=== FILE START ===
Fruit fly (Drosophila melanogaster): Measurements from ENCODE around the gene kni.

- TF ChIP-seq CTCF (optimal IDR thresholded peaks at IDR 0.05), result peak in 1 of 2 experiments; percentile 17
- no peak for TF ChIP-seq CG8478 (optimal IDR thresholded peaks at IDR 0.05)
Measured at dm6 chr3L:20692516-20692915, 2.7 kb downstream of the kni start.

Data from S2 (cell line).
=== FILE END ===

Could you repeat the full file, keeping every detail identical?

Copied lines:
Fruit fly (Drosophila melanogaster): Measurements from ENCODE around the gene kni.

- TF ChIP-seq CTCF (optimal IDR thresholded peaks at IDR 0.05), result peak in 1 of 2 experiments; percentile 17
- no peak for TF ChIP-seq CG8478 (optimal IDR thresholded peaks at IDR 0.05)
Measured at dm6 chr3L:20692516-20692915, 2.7 kb downstream of the kni start.

Data from S2 (cell line).